As IR23 enters its implementation phase, it is crucial not to forget or downplay the central role the sea plays for the UK’s defence, security and prosperity. To prevent any resurgence of sea blindness, maritime stakeholders are invited to remain vigilant and continue to promote an understanding of the sea and its significance for a maritime nation like the UK.
Article by Basil Germond, Professor, Department of Politics, Philosophy and Religion, Lancaster University
Funding follows strategy?
The chancellor Jeremy Hunt confirmed on 15th March that the Defence Budget will rise by £11bn over 5 years. More immediately, an extra £5bn will be available to the MoD over the next two years. £3bn of this will be spent to support the defence nuclear enterprise and enable the AUKUS Submarine delivery programme, although Australia will also be making its own investments in UK infrastructure. The remaining £2bn will be spent on replenishing munition stocks. It can be assumed this is primarily for Army munitions depleted by the war in Ukraine and will of little benefit to the RN’s similarly thin naval weapon stocks.
This takes UK defence spending to around 2.25% of GDP but Hunt only made the vaguest of commitment to further increases, saying he would implement a rise to 2.5% only “as soon as fiscal and economic circumstances allow”. The new and very focused funding falls well short of what the Defence Secretary had demanded and will not fully mitigate the effects of inflation which will result in hard choices in the near future. These will become clearer in the revised Defence Command Paper (DCP) to be published in June which will detail the revised structure of the armed forces following IR23 and MoD budget allocation.
We know that inflation will erode the funding for the surface fleet as that will have no uplift over the next two years, and we also know that significant work will be undertaken on the underwater fleet with the certainty of infrastructure investments in Derby and Barrow, and the possibility of a significant increase in the number of hunter/killers in the 2040s. This seems to prejudge the review requested by Ben Wallace on the balance between the two. So I don’t think funding is following strategy. At least in this respect it feel like the other way around.
Or is it the outcome of that review? Despite the curious two stage announcement of more funding, Wallace appears to have got the £11b he is reported to have wanted. I assume that he was privy to the Aukus negotiations so it may well be that a decision had been to fund an eventual (16/17 years away)increase in the SSN fleet. You could review the issue and reach a decision in a day- no need to wait for another Command paper.
My biggest concern is the very protracted timescale of so many of our major equipment projects. We are likely to see further reductions until things start to improve by the end of the decade.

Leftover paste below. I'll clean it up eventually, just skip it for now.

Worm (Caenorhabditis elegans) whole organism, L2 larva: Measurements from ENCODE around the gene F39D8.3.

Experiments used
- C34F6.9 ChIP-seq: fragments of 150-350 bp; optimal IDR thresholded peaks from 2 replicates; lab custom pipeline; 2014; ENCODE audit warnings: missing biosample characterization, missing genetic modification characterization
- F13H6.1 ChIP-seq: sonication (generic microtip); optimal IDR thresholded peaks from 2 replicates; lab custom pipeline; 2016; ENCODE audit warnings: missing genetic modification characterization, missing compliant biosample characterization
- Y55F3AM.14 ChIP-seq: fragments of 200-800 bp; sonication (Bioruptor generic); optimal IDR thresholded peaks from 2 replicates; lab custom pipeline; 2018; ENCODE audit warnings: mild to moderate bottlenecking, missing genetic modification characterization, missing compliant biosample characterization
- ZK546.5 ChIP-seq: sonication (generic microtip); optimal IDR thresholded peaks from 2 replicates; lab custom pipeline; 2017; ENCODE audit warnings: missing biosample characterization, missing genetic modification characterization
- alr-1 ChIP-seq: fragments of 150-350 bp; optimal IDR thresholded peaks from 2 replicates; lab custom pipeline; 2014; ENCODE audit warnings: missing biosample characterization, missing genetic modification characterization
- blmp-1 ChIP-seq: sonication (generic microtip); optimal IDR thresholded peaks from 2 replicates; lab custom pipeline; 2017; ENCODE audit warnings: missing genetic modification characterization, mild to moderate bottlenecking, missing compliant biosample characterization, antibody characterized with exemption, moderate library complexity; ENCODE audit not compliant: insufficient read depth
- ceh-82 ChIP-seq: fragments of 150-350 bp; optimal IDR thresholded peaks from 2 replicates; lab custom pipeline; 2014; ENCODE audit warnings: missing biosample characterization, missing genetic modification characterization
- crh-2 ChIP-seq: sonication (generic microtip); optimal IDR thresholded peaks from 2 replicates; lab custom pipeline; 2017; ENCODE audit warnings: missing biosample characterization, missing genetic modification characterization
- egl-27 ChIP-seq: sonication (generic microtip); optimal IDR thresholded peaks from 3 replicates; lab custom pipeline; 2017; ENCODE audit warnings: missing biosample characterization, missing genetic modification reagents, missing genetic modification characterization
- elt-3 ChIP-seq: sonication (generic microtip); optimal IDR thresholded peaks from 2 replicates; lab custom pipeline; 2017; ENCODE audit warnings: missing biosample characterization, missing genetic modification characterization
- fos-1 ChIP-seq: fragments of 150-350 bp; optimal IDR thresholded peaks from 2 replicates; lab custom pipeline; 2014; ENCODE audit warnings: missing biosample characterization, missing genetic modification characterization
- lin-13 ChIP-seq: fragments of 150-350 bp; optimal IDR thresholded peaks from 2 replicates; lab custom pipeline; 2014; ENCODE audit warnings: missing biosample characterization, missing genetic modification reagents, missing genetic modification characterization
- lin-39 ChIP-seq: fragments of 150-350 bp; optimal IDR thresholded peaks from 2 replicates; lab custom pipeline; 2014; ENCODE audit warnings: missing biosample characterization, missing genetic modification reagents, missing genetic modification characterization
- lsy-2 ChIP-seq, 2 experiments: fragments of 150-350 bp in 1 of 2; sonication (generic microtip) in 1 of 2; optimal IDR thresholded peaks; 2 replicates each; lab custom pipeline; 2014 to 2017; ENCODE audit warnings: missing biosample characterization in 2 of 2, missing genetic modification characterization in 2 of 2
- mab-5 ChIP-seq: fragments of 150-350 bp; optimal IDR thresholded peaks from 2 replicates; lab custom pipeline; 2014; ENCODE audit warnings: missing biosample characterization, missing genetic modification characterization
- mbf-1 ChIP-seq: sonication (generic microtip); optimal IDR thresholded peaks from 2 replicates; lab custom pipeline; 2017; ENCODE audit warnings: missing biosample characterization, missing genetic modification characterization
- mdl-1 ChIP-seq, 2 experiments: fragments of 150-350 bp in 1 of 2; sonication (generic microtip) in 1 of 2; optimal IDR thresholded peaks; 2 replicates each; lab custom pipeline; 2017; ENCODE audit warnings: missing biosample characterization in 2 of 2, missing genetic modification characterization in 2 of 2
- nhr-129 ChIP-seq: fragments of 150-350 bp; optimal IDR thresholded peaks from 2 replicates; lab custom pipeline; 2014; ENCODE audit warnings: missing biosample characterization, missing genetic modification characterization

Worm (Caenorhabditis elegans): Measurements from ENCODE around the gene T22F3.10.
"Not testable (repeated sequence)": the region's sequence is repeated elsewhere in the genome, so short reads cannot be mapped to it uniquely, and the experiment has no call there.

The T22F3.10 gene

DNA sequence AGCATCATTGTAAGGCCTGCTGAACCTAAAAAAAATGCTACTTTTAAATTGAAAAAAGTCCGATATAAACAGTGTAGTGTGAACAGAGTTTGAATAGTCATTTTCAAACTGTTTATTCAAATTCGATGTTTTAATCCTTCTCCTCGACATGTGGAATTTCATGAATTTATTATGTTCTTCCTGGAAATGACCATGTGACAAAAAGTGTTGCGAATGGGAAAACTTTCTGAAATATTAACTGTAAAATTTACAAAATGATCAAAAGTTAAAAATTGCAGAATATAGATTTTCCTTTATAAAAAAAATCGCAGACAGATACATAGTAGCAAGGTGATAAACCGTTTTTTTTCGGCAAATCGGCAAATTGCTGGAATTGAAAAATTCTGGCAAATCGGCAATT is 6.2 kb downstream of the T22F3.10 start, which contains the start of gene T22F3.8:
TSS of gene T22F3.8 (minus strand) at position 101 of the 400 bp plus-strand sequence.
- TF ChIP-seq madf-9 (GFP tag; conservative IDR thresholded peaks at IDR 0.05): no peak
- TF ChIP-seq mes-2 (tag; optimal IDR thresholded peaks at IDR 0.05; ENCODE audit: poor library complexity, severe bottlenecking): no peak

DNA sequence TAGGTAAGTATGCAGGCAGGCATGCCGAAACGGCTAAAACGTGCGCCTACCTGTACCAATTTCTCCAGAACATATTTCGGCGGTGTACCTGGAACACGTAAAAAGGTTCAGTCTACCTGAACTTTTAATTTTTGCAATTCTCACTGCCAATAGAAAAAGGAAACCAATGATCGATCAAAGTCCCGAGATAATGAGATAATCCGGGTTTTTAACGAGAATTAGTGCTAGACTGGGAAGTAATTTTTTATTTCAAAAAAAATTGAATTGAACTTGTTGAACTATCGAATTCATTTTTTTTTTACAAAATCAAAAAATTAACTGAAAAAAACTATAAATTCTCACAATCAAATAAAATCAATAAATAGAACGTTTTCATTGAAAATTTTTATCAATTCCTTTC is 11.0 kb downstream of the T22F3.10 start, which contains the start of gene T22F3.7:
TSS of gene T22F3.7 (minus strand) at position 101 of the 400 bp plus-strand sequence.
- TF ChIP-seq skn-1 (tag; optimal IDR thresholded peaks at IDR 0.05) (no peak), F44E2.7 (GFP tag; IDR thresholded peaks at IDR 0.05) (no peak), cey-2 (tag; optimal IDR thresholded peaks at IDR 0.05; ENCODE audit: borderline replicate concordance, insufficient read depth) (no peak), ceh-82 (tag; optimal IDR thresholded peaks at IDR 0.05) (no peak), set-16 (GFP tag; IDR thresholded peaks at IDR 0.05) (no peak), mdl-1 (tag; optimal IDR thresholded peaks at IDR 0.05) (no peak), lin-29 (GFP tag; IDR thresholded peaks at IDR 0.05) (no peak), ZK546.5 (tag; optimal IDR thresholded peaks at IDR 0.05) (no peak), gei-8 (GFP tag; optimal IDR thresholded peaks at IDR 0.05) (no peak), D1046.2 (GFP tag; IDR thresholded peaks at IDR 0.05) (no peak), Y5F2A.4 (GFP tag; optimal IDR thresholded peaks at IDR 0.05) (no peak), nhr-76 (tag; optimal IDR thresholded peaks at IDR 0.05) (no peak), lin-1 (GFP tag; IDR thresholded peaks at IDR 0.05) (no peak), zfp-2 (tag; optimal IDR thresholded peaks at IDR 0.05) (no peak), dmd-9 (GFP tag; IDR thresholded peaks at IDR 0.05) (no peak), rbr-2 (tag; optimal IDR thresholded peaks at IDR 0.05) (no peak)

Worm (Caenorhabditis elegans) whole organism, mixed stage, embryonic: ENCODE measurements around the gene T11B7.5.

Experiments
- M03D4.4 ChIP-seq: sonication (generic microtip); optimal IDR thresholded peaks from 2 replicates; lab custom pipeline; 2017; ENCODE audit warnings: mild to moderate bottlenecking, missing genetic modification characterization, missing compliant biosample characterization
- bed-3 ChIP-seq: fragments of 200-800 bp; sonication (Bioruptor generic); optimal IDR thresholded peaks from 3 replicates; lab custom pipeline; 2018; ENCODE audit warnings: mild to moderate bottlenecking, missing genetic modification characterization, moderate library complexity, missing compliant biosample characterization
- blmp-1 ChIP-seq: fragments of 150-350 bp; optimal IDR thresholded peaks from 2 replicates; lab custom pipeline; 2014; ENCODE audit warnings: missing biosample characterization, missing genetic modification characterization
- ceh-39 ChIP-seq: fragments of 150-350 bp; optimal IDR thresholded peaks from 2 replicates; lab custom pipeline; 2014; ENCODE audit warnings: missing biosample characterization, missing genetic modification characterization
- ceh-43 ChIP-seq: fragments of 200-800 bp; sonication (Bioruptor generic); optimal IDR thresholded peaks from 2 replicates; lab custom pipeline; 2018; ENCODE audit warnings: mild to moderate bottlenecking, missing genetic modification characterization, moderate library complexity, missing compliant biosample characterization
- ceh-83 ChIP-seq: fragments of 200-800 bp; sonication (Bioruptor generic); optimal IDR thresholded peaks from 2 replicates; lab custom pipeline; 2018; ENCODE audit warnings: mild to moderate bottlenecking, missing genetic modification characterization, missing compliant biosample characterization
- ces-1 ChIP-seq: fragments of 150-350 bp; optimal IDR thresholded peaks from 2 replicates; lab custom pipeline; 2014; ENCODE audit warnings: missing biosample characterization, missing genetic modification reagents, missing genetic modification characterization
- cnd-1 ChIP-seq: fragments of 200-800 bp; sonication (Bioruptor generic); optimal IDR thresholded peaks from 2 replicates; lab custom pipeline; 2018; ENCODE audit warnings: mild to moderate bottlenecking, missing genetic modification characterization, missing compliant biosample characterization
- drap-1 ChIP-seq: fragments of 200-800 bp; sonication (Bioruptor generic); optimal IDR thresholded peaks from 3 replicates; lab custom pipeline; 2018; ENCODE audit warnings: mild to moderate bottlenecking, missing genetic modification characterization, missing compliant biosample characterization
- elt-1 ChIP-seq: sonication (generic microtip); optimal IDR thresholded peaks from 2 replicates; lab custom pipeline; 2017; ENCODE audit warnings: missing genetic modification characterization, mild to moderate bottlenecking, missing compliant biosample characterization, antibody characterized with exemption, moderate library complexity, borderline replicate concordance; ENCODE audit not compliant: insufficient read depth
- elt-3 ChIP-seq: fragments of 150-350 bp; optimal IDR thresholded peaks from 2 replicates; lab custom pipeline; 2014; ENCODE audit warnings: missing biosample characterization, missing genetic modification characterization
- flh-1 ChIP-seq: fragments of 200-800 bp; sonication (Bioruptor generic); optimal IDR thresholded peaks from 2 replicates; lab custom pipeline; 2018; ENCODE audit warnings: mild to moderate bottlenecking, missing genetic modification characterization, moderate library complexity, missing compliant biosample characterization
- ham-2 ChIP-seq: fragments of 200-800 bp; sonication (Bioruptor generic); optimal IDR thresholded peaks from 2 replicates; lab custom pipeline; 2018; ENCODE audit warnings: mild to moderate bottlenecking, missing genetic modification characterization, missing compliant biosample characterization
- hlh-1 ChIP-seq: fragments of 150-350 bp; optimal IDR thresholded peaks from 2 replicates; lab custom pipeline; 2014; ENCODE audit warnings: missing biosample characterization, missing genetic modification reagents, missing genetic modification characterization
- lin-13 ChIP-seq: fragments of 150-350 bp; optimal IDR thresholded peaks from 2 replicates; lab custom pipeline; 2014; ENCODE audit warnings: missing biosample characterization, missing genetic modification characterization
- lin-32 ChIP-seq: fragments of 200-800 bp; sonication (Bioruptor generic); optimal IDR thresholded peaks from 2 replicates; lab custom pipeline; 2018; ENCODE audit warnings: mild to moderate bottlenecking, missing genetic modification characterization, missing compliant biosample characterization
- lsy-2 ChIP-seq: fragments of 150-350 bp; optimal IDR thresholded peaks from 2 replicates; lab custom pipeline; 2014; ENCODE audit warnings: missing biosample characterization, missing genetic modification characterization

I will be very surprised if Jeremy Hunt is still the Chancellor beyond 2024 given the very likely change of Government so much of this refreshed policy is just words.
With a few notable and honourable exceptions the Tories have been bad for U.K. defence and continue to oversee a further decline in the U.K. military.
It will be interesting to see who includes a real commitment to raise defence spending to 2.5% or more in their manifesto.
Sadly a bi partisan approach by both major parties to do this would show some common purpose but given the quality of our politicians I suspect that is beyond them.
Well it is 2.25% of GDP and has been around that level for a few years now.
Much as I disliked Doris, for his clown behaviour, he did actually put some money into defence which stopped near constant cuts.
The fact that the services cannot live within anything that looks like a budget is a cause for concern.
I’m not joking when I say I’m concerned that most of the 17k workers at Barrow earn more than most of the RN. Bit of thinking required there.
I wouldn’t be too surprised to find that BAES T26 + Babcock T31 + BAE Barrow + H&W FSS wage bill was larger than the whole RN wage bill.
Well the MOD employees almost twice as many civil servants as the the RN employs sailors, I suspect their wage bill is probably 3 times that of the RN. Get rid of half of them we’d have plenty of cash for a few more ships, helicopters, aircraft, munitions and sailors.
(You could extend this to plenty of Government spending. The Met Police has more employees then the navy… and yet the roads are still blocked with climate protestors…)
Be very careful what you wish for. Those civil servants are responsible for providing a huge amount of the support services that the RN (and other services) rely on. Who do you think ensures that the weapons stockpiles are maintained and that near life-expired munitions are the ones that get used or gifted? Who do you think orders the fuel, spares, consumables etc for operational units?
Who do you think arranges the certification of ships, aircraft and weapons? Just as importantly, who do you think generates the operational analysis, modelling and staff work that allows projects to move forward through the approvals gates? (Hint – only a few of these wear uniform).